The Society of Nuclear Medicine’s (SNM) 2011 Image of the Year illustrates the ability of PET/CT scans to identify abnormal bone reaction in patients who have received spinal fixation hardware implants. Researchers selected this image from more than 1,800 studies presented over the course of four days during SNM’s 58th annual meeting in San Antonio, Texas.
Each year, SNM chooses an image that exemplifies cutting-edge molecular imaging research and demonstrates the ability of molecular imaging to detect and diagnose disease and help select the most appropriate therapy.
“This year’s image demonstrates the clinical utility of PET/CT using the newly approved PET F-18 sodium fluoride bone imaging agent to correctly pinpoint the cause of recurrent pain after surgical placement of spinal fixation hardware,” said Peter Herscovitch, MD, chair of SNM’s scientific program committee.
The study's lead author Andrew Quon, MD, assistant professor of radiology and chief of clinical PET/CT for the molecular imaging program at Stanford University in Stanford, Calif., noted, “The NaF PET/CT image shows the potential of molecular imaging for helping patients with a very common orthopedic problem, and it is available to patients right now. It's very exciting because it reminds us that the future of molecular imaging lies not just in cancer imaging but in a wide range of disease processes beyond oncologic applications.”
Serious spinal instability and disease often necessitate the implantation of hardware such as plates, cages, rods and screws or bone grafts to support the spine. There are many reasons why patients experience pain after initial surgery, including hardware failure and infection, or both. Determining the source of pain can be difficult, especially when patients have complex medical histories.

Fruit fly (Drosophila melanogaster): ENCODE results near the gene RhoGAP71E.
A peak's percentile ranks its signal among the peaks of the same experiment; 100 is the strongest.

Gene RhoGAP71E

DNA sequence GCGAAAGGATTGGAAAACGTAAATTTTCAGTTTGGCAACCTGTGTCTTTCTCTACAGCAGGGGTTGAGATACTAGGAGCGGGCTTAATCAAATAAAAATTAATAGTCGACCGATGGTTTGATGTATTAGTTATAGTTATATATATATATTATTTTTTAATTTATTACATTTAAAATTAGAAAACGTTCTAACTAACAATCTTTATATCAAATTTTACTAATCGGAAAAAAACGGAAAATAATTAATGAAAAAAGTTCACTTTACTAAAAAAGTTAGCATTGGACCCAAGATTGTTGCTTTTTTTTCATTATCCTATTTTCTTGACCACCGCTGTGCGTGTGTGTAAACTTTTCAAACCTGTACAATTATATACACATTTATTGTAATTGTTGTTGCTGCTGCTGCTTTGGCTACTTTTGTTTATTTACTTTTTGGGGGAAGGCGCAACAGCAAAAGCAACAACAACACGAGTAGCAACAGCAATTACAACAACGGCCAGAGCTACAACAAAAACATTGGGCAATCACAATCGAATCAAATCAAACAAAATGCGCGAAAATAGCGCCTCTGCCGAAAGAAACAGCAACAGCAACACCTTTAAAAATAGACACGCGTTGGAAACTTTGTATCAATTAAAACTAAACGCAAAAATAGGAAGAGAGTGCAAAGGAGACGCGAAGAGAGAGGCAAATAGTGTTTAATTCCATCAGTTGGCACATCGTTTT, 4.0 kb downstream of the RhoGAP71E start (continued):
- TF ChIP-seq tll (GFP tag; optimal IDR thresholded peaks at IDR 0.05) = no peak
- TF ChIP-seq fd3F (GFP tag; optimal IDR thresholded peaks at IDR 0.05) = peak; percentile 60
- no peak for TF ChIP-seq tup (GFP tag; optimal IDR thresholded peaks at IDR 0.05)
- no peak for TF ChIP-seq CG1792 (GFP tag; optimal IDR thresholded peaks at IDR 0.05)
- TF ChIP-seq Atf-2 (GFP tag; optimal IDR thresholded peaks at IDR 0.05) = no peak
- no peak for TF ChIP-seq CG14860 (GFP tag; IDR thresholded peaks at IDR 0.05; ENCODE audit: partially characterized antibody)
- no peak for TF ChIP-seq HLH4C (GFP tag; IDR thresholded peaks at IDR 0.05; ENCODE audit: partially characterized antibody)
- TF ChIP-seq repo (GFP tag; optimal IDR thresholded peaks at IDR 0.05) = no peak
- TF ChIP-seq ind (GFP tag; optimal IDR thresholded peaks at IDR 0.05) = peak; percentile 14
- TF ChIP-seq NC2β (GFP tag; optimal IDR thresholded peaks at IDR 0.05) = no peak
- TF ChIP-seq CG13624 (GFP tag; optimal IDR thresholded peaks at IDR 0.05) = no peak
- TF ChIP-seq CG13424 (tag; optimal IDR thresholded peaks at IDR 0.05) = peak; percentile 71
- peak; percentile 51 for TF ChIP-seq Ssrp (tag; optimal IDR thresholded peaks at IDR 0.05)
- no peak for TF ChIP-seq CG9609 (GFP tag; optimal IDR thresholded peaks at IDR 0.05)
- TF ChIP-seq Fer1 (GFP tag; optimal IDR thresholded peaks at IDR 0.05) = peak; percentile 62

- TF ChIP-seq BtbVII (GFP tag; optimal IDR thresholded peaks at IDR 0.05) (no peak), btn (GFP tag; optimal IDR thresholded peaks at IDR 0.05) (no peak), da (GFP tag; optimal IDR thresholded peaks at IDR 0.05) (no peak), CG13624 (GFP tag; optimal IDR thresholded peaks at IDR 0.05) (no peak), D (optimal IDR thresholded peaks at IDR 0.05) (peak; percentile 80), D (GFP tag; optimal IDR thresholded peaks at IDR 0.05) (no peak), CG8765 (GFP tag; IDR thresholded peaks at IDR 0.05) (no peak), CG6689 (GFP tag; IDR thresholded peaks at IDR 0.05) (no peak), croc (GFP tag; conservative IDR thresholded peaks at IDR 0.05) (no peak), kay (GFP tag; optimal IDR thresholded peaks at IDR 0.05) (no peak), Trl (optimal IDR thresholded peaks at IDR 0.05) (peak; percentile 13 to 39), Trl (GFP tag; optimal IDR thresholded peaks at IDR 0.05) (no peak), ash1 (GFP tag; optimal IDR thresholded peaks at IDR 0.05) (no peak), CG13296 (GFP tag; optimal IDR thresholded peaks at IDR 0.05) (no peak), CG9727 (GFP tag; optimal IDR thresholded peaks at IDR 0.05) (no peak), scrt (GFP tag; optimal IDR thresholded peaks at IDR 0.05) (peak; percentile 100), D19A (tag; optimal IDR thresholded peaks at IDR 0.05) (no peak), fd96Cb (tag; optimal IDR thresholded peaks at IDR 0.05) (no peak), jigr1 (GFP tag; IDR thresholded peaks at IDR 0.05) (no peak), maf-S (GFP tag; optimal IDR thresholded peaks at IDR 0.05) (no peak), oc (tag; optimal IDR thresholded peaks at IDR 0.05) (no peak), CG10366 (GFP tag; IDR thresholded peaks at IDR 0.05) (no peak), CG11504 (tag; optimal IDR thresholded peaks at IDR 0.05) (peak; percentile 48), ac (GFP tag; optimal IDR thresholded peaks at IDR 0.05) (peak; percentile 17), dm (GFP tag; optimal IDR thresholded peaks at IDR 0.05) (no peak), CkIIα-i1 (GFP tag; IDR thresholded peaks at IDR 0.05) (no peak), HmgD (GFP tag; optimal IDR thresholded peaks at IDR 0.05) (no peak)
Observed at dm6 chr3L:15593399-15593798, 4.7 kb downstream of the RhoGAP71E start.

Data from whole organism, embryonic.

In this study, a combination of PET/CT and F-18 NaF, an injected radiotracer that uses sodium fluoride to target “hot spots” or areas of high bone turnover and inflammation during imaging, was used to evaluate patients with back pain after spinal surgery. This form of molecular imaging was shown to be highly accurate in determining the culprit of patients' chronic pain by highlighting both the structure of the bone and the physiological processes involved in inflammation, an indication of injury and infection.
For this prospective study, the researchers evaluated 20 patients presenting with spinal pain with PET/CT using F-18 NaF at least eight months after surgery. A total of 24 bone or tissue abnormalities were found in 17 of the 20 subjects. Of the original 20 patients, 12 received exploratory surgery and four participants received local anesthetic nerve blockade, a common and minimally invasive treatment that numbs the affected nerve, providing short-term pain management as an alternative to surgery.
Quon and colleagues found that F-18 NaF PET/CT is highly effective for the evaluation of pain after spinal surgery—in more than 85 percent of cases, this form of molecular imaging was able to identify the exact source of patients' pain.